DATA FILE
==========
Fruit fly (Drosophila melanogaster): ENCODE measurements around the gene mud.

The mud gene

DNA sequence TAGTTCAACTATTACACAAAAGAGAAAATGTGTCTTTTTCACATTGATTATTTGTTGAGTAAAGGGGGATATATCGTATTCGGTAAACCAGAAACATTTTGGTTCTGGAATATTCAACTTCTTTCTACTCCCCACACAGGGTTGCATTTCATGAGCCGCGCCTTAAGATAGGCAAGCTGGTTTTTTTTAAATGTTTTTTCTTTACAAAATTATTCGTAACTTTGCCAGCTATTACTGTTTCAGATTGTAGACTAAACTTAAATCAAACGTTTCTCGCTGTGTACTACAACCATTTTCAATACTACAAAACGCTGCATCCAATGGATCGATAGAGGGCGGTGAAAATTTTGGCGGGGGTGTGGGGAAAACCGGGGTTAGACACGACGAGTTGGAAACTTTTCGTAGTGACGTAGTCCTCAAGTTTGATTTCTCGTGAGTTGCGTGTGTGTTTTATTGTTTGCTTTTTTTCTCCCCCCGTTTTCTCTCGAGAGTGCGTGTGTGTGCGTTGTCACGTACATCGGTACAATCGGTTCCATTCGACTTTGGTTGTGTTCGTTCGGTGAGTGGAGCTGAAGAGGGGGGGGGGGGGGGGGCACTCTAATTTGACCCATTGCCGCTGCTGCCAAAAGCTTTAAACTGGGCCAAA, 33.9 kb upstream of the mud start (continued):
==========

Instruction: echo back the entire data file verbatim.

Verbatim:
Fruit fly (Drosophila melanogaster): ENCODE measurements around the gene mud.

The mud gene

DNA sequence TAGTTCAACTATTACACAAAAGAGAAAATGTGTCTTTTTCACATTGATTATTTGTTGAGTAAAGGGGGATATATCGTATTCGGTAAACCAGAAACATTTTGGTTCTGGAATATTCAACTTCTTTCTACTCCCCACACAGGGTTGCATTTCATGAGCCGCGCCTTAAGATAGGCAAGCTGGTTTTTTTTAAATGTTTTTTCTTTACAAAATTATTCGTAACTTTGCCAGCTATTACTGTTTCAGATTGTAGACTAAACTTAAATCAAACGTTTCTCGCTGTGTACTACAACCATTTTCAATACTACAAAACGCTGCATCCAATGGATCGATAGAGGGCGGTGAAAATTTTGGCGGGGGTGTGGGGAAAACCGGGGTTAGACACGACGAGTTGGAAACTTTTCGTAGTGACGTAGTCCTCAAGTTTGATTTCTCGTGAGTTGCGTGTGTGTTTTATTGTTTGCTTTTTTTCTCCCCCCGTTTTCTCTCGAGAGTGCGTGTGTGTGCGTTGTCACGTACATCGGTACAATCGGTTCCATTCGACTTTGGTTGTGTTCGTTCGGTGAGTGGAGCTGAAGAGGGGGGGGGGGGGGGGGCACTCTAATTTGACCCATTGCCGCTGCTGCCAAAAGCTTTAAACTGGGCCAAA, 33.9 kb upstream of the mud start (continued):